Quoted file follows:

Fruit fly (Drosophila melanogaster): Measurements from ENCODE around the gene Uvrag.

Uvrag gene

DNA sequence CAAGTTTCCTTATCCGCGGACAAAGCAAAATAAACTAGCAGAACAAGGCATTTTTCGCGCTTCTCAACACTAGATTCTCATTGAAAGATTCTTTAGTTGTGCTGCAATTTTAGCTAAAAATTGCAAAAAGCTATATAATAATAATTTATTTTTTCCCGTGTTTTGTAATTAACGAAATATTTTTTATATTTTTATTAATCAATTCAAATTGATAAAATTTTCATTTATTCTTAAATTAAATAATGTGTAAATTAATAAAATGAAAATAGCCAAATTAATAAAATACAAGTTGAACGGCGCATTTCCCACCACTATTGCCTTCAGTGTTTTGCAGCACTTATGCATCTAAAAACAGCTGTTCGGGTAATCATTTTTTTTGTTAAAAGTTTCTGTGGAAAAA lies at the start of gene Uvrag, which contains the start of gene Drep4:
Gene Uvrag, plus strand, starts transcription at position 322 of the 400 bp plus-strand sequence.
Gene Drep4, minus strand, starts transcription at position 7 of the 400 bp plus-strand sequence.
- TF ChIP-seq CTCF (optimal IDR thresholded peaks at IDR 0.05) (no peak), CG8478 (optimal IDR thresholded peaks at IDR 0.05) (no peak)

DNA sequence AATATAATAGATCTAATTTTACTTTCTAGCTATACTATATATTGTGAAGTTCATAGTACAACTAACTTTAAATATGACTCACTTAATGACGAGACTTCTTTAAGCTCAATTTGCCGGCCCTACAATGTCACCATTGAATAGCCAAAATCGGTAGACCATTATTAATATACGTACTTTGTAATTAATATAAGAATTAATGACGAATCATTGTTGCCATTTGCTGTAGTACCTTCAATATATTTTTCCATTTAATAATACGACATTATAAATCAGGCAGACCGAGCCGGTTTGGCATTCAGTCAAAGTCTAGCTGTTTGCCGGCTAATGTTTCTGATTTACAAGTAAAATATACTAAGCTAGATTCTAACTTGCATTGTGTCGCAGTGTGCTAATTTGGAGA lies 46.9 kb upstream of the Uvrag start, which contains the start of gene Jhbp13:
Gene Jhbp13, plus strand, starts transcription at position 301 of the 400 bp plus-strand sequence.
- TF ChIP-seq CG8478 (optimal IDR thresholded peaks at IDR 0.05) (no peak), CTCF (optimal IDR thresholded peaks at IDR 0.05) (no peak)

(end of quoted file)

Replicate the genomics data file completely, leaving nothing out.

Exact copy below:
Fruit fly (Drosophila melanogaster): Measurements from ENCODE around the gene Uvrag.

Uvrag gene

DNA sequence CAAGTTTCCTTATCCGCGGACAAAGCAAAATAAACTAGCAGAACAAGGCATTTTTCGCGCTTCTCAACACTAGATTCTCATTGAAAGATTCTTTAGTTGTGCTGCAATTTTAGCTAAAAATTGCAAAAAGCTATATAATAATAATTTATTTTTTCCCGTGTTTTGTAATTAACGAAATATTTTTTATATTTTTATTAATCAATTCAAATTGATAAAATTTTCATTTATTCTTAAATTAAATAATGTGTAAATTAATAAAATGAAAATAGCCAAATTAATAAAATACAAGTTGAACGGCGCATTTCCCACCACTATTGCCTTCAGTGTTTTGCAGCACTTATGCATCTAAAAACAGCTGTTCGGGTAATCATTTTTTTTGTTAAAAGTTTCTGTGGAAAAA lies at the start of gene Uvrag, which contains the start of gene Drep4:
Gene Uvrag, plus strand, starts transcription at position 322 of the 400 bp plus-strand sequence.
Gene Drep4, minus strand, starts transcription at position 7 of the 400 bp plus-strand sequence.
- TF ChIP-seq CTCF (optimal IDR thresholded peaks at IDR 0.05) (no peak), CG8478 (optimal IDR thresholded peaks at IDR 0.05) (no peak)

DNA sequence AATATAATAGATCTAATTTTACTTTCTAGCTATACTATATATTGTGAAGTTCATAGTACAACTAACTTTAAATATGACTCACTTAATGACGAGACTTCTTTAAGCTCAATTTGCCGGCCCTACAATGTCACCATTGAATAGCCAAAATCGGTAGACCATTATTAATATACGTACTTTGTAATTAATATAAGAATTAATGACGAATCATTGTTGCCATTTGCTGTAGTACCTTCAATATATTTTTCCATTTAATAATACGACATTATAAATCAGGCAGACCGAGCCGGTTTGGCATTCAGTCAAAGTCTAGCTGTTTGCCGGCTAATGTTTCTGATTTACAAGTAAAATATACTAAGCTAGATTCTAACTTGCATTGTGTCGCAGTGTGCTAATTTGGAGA lies 46.9 kb upstream of the Uvrag start, which contains the start of gene Jhbp13:
Gene Jhbp13, plus strand, starts transcription at position 301 of the 400 bp plus-strand sequence.
- TF ChIP-seq CG8478 (optimal IDR thresholded peaks at IDR 0.05) (no peak), CTCF (optimal IDR thresholded peaks at IDR 0.05) (no peak)